NEWS
July 18, 2016
Parish renaming honors Mother Teresa's sainthood Blessed Teresa of Calcutta Parish in Schwenksville, Montgomery County, has changed its name to St. Teresa of Calcutta Parish in advance of Mother Teresa's canonization in September, the Archdiocese of Philadelphia announced Saturday. A special Mass to commemorate the name change was said at the Catholic church Saturday afternoon, followed by the unveiling of a new sign on the side of the parish education center. The 10th anniversary of the parish was celebrated afterward.
NEWS
September 9, 2003 | By Kristen A. Graham INQUIRER STAFF WRITER
Past the ranchers, Colonials and split-levels of an ordinary Cherry Hill neighborhood, the gate sits: a long, black iron stretch, tall under a brick arch. Two sergeants-at-arms stand in front, gold badges gleaming. They peer inside an approaching car, scan, and nod politely. A rare visitor can pass. So the visitor enters a different world - the insular, complicated, joyful realm of the Church of the Lord Jesus Christ of the Apostolic Faith. Though the small church rarely crops up on scholars' radar screens, its long, sometimes strange history in the region lends mystery to what goes on inside.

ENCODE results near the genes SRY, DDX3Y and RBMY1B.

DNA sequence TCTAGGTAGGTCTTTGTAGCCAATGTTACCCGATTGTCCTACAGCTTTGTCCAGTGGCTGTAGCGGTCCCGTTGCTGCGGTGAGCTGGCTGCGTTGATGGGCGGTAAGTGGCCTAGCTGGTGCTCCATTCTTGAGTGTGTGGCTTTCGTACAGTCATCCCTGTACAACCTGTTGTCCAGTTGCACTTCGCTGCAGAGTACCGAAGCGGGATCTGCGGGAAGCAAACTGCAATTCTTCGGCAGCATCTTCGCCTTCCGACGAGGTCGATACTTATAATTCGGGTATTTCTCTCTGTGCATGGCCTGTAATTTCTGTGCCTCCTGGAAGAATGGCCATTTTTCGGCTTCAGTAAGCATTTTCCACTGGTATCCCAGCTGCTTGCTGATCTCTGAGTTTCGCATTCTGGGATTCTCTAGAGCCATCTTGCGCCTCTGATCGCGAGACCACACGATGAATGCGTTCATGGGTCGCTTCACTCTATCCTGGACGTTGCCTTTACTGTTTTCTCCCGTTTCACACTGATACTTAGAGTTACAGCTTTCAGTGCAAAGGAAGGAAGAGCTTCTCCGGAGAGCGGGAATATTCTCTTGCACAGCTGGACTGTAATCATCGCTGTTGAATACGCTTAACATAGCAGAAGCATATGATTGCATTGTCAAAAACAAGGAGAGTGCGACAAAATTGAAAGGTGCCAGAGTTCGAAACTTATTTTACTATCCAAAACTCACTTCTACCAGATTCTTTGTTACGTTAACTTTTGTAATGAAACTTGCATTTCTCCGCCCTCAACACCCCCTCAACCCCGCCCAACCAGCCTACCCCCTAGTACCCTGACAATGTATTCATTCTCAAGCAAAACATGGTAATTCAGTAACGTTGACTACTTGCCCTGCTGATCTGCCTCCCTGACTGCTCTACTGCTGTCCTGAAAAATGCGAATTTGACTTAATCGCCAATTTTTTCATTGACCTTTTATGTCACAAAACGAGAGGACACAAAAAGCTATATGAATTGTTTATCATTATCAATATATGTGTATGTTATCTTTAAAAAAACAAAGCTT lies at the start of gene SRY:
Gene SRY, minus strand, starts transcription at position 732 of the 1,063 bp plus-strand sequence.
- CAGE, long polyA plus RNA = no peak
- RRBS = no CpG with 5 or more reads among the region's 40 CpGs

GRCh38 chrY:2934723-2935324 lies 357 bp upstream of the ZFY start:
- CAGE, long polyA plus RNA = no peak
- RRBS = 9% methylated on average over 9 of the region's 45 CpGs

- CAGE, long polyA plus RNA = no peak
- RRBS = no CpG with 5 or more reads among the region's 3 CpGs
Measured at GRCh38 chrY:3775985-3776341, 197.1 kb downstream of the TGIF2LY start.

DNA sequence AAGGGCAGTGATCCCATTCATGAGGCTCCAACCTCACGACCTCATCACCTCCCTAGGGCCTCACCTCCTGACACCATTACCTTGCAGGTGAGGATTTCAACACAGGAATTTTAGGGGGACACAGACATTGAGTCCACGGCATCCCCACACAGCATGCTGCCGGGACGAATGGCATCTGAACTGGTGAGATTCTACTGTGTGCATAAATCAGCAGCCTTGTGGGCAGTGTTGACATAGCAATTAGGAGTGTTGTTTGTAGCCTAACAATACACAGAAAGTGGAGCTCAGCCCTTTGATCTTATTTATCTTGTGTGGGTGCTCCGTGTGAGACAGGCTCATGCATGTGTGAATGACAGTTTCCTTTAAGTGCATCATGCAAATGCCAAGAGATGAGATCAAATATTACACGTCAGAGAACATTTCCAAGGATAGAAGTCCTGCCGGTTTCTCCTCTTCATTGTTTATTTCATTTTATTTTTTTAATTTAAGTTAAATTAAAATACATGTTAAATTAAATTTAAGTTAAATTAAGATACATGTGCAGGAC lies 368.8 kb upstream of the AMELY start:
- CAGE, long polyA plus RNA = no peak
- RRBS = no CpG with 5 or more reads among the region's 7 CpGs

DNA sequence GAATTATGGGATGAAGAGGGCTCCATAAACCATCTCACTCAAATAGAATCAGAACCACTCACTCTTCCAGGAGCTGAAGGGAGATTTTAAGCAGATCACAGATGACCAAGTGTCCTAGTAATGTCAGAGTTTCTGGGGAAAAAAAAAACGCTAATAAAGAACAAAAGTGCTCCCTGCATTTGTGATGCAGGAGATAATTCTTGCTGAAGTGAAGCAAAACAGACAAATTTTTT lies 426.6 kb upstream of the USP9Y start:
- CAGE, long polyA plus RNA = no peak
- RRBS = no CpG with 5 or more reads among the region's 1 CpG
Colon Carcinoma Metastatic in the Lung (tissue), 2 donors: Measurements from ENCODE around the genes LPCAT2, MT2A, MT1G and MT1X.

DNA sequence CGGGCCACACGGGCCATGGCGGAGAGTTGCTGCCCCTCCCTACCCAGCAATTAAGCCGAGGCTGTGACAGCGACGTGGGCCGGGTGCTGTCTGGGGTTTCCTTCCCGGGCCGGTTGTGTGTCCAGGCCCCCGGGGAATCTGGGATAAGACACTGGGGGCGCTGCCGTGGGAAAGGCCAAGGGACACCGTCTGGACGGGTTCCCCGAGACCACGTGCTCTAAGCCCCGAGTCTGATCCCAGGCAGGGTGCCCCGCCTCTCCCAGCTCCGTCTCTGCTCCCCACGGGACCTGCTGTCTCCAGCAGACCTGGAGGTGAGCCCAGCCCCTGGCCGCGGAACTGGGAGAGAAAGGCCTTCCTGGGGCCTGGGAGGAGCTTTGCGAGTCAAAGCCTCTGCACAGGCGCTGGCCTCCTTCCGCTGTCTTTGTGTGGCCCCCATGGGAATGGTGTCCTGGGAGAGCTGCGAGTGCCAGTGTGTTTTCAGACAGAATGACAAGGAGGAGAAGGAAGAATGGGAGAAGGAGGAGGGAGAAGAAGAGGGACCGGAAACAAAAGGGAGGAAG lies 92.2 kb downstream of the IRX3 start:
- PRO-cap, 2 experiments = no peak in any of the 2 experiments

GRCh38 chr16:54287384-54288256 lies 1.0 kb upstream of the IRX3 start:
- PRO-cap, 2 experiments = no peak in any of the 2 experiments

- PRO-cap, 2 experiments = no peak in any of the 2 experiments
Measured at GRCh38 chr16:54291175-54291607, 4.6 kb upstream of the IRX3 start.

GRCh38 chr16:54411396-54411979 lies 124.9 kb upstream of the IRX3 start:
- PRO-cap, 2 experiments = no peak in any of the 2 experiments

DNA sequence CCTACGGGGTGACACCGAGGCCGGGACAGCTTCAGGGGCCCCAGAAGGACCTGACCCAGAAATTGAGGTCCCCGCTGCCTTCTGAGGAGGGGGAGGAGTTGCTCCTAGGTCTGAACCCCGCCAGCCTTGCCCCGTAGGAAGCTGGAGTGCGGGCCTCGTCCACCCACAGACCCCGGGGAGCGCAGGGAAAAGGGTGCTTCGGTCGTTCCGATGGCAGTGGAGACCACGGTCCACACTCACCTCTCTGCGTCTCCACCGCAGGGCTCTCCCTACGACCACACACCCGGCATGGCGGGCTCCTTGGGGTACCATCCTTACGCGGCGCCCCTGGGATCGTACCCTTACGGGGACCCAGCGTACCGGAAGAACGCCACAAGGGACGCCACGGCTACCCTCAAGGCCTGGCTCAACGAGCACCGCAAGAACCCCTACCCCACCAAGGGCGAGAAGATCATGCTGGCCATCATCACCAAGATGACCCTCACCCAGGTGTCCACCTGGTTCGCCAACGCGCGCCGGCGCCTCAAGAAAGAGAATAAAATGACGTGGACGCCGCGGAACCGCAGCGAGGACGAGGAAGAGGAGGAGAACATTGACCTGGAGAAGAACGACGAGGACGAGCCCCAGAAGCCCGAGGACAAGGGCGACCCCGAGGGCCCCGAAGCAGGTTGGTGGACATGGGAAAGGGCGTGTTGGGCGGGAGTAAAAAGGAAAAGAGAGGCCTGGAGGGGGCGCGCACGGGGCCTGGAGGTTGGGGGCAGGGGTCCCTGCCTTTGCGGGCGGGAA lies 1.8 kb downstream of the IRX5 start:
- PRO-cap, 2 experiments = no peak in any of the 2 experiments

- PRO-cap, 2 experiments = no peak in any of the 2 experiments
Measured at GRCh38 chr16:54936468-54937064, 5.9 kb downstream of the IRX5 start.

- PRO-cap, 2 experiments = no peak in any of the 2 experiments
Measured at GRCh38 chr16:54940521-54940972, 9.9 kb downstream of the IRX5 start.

NEWS
April 1, 2014 | By Jeff Gammage, Inquirer Staff Writer
When the leaders of a Royersford church in this Montgomery County community wanted to offer a Sunday teaching on second chances, they turned to an expert: Pete Rose. Famously banned from baseball for betting on games as a manager, Rose took a seat on a brightly lit stage at Christ's Church of the Valley to talk about his life in the game and why he should be allowed back into it. "I was wrong," Rose said of his gambling. But this was not part of a Pete Rose rehabilitation tour.
NEWS
September 22, 2000 | by Frank Dougherty and Gloria Campisi, Daily News Staff Writers
Bishop Benjamin F. Peterson Sr., a man of God who built a sidewalk ministry into the Greater Bible Way Temple in West Philadelphia, died Tuesday. He was 75 and lived in Overbrook Park. "Bishop Peterson began his ministry in 1957 by preaching on the street corners of South and West Philadelphia, spreading the word of God to all who would listen," recalled his daughter-in-law, Beverly Peterson. He eventually moved on to a small mission in South Philadelphia, then later converted a vacant movie theater on Spruce Street into a church.
NEWS
February 18, 1988 | Inquirer photos by Gerald S. Williams
For the celebration of his first Mass as archbishop of the Roman Catholic Archdiocese of Philadelphia, Anthony J. Bevilacqua chose Archbishop Ryan High School in Northeast Philadelphia. About 1,600 high school students from throughout the archdiocese came to see Bevilacqua, who succeeded Cardinal John Krol a week ago. In his homily, Archbishop Bevilacqua talked about sex, drugs, suicide and the pursuit of power. He also praised the students in attendance, saying they were among the church's most valuable, treasured resources.